As of September 30th, 2022, this article had been viewed by 128,000+ people who wanted to learn about Orange Shirt Day. Thank you for your interest and contribution to the recognition of Ms. Webstad's initiative, and for bringing awareness to the residential school legacy. Your interest and actions are helping change the world!
Orange shirt day is a movement that officially began in 2013 but in reality, it began in 1973 when six-year-old Phyllis Webstad entered the St. Joseph Mission Residential School, outside of Williams Lake, BC. Young Phyllis was wearing a brand new orange shirt for her first day of school – new clothes being a rare and wonderful thing for a First Nation girl growing up in her grandmother’s care - but the Mission Oblates quickly stripped her of her new shirt and replaced it with the school’s institutional uniform.
While she only attended for one year, her time in residential school affected Ms. Webstad’s life for many years. “I finally get it, that feeling of worthlessness and insignificance, ingrained in me from my first day at the mission, affected the way I lived my life for many years. Even now, when I know nothing could be further than the truth, I still sometimes feel that I don’t matter.” 
Ms. Webstad’s story is the nucleus for what has become a national movement to recognize the experience of survivors of Indian residential schools, honour them, and show a collective commitment to ensure that every child matters. The initiative calls for every Canadian to wear an orange shirt on September 30 in the spirit of healing and reconciliation.
The date, September 30, was chosen because that was the time of the year the trucks and buses would enter the communities to “collect” the children and deliver them to their harsh new reality of cultural assimilation, mental, sexual and physical abuse, shame and deprivation.
Indian residential schools operated across Canada between 1831 and 1996. In its comprehensive report in June 2015 on the residential school policy, the Truth and Reconciliation Commission of Canada declares "establishment and operation of residential schools were a central element of this policy, which can best be described as "cultural genocide.'" [emphasis added]
Listen to my conversation with my father, Chief Robert Joseph O.C, O.B.C, about his first day at St. Michael's Residential School and how he felt when he took his children to school many years later.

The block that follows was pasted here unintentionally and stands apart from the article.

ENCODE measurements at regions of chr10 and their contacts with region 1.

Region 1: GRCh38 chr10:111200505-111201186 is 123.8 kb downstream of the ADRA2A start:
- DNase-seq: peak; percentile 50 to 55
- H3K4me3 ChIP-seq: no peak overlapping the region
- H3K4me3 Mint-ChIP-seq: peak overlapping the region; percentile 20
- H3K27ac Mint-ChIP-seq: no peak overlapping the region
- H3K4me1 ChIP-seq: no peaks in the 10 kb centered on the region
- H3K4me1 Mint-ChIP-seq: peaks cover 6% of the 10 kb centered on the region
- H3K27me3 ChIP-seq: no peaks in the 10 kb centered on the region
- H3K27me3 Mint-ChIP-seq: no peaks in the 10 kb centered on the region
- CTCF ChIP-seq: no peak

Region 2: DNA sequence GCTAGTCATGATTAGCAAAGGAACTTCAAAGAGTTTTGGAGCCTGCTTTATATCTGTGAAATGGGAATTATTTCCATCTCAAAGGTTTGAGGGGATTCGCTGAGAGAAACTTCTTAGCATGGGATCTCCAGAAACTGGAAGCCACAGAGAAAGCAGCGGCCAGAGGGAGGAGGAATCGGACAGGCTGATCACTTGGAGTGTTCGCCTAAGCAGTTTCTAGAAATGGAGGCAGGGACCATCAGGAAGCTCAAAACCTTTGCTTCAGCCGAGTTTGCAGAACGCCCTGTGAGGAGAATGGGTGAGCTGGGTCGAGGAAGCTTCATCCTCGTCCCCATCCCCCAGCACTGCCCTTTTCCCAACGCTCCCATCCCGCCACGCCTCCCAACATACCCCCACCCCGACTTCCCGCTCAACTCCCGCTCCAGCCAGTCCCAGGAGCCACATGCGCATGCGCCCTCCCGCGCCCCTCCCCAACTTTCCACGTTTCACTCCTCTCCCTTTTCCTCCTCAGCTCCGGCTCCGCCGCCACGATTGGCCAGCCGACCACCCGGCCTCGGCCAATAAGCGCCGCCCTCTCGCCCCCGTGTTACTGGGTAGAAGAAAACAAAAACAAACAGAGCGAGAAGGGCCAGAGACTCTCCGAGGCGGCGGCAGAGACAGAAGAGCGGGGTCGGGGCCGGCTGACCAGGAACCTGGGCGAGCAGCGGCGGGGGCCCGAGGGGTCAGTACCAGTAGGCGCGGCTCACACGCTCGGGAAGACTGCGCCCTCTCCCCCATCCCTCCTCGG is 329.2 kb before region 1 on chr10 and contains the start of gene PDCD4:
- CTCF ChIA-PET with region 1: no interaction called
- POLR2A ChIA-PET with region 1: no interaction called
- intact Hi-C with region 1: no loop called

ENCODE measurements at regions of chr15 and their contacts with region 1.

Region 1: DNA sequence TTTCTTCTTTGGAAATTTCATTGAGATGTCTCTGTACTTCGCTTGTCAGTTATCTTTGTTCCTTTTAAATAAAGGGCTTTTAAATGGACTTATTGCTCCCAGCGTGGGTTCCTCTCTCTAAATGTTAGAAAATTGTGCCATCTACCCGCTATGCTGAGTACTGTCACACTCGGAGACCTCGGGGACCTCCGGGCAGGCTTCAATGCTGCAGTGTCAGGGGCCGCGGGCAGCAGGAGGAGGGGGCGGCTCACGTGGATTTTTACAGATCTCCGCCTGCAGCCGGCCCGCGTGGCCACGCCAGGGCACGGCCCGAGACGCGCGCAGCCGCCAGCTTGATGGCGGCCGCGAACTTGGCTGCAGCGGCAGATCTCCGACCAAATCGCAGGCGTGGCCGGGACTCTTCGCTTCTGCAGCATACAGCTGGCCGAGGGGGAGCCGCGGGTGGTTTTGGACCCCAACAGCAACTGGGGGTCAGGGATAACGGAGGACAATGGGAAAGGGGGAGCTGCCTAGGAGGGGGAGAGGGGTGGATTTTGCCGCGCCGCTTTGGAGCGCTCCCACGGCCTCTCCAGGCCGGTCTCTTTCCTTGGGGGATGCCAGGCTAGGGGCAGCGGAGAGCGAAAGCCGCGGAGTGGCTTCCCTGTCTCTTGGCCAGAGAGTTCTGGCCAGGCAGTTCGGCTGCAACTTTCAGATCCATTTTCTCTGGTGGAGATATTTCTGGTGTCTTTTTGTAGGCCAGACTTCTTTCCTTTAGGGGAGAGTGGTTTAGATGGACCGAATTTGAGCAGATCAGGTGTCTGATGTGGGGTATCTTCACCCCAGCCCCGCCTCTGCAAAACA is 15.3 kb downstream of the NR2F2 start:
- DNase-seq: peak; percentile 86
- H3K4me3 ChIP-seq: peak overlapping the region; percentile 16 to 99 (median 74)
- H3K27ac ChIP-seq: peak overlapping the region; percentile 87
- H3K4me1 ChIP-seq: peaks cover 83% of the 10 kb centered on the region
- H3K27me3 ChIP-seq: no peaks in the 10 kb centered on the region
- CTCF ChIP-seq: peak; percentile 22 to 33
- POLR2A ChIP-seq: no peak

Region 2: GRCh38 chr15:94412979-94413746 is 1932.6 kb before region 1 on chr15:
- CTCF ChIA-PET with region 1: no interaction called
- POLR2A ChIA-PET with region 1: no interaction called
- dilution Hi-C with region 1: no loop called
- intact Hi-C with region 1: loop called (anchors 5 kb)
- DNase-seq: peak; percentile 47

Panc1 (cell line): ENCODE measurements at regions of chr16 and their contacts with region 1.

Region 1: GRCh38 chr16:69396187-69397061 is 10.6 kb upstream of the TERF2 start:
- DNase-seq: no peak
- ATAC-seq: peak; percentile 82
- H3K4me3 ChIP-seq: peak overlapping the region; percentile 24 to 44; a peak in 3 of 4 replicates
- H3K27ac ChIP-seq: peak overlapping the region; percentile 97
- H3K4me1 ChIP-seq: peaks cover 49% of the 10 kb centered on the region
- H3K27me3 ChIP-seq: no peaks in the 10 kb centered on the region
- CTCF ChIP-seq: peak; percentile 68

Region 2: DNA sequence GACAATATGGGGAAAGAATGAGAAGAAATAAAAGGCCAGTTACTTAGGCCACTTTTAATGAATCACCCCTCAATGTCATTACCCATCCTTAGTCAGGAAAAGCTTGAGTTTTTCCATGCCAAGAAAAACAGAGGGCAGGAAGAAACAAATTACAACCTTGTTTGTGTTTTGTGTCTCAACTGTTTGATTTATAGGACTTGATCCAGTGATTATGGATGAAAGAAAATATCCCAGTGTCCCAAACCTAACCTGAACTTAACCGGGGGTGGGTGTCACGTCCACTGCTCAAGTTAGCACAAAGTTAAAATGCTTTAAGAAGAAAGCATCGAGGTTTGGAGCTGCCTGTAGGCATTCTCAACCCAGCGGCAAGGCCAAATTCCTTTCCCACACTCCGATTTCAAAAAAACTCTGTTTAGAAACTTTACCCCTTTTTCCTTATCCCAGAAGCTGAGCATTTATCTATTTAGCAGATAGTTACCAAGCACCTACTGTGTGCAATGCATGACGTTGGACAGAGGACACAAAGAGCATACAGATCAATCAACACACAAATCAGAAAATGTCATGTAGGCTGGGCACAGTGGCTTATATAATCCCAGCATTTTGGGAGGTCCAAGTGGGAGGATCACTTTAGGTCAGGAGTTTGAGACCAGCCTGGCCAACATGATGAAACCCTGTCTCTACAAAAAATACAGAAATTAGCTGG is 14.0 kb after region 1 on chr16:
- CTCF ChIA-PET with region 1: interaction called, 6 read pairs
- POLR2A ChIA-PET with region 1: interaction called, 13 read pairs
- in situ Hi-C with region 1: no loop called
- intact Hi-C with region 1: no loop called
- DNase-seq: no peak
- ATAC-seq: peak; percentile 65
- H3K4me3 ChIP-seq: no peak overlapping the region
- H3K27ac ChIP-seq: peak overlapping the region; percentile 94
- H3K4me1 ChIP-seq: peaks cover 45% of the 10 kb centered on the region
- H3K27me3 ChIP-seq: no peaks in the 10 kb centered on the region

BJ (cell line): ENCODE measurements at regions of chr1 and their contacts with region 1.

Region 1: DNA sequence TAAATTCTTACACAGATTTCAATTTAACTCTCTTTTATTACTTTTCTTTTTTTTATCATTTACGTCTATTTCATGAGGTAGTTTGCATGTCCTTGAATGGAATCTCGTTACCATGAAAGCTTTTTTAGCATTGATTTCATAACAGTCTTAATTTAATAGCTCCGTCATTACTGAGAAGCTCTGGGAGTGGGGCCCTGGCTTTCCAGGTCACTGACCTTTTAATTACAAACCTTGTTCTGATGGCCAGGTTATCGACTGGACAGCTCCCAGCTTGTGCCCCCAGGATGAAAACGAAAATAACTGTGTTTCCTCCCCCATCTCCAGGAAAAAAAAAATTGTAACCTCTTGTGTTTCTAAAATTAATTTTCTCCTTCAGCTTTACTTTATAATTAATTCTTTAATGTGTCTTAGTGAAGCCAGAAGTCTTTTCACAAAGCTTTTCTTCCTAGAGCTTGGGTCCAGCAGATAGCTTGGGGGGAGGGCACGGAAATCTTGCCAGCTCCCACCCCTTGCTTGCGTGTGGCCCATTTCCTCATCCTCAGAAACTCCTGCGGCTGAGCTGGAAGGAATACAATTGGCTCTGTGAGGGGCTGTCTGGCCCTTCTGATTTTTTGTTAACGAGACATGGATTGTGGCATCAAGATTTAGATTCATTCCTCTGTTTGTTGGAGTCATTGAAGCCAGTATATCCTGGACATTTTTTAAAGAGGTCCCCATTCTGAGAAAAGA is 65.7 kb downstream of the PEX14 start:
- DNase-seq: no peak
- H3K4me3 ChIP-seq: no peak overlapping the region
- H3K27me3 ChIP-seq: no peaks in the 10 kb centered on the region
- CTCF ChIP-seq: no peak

The earliest recognized and longest-running residential school was the Mohawk Institute in Brantford, Ontario (1831 – 1962). The last federally run residential school to close was Gordon’s School in Punnichy, Saskatchewan, which closed in 1996 and subsequently decommissioned. Here's an article on the decommissioning of St. Michael's Indian Residential School in early 2015.
During the residential school era, it is estimated that:
- 150,000 children attended these schools
- Over 6,000 died while attending these schools (based on partial federal government records)
- Approximately 80,000 survivors of these schools are alive today
It wasn't until the release in 2015 of the report from the Truth and Reconciliation Commission of Canada and its 94 calls for action for reconciliation that the details of this brutal and horrifying part of Canada’s history began to be realized by Canadians. Astonishing as that is, what is equally astonishing, and what needs to be recognized and celebrated, is the resilience and bravery of the survivors and their families. Survivors are turning to their cultural roots, reviving traditions and languages, and finding strength in family and community to heal. This resiliency is what needs to be supported and celebrated because this is the path to reconciliation and a better future for all Canadians.
The impact of residential schools affects every Canadian – what can you do to show your support and recognition? Here are some suggestions:
Purchase an “Every Child Matters” t-shirt for yourself, your family, and your co-workers;
Plan a school event:
It is suggested that a planning committee be established as early as possible in the year and that local First Nations be included on the committee.
Ideas for school activities:
- Watch the Shaw video of Phyllis’s story.
- Discussion around “Every Child Matters.”
- Simple activities, eg. Children trace their hand, then write in the hand something they can do to help others feel like they matter.
Plan a community event:
Sample agenda for community ceremony (include local First Nations protocol)
- Welcome to traditional territory by Chief
- Opening prayer and drumming
- Greetings from federal and/or provincial government officials
- Welcome by Mayor and/or other local government representative, School Board
- Residential school survivor or family member speaking about residential school
- Entertainment and/or children’s activity.” 
If you are a teacher of primary students, here's a list of age-appropriate books on residential schools: https://www.ictinc.ca/blog/10-books-about-indian-residential-schools-for-young-people
Here's another resource: The Residential Schools in Canada education guide aims to raise awareness of the history of residential schools in Canada. It offers classroom activities that you can use to explore this difficult topic. Download it for free.
In June 2021, the federal government announced the creation of a new statutory holiday known as the National Day for Truth and Reconciliation to be recognized on September 30 each year. This day fulfills the Truth and Reconciliation Commission’s Call-to-Action #80 and serves as a day of remembrance, reflection, action and learning.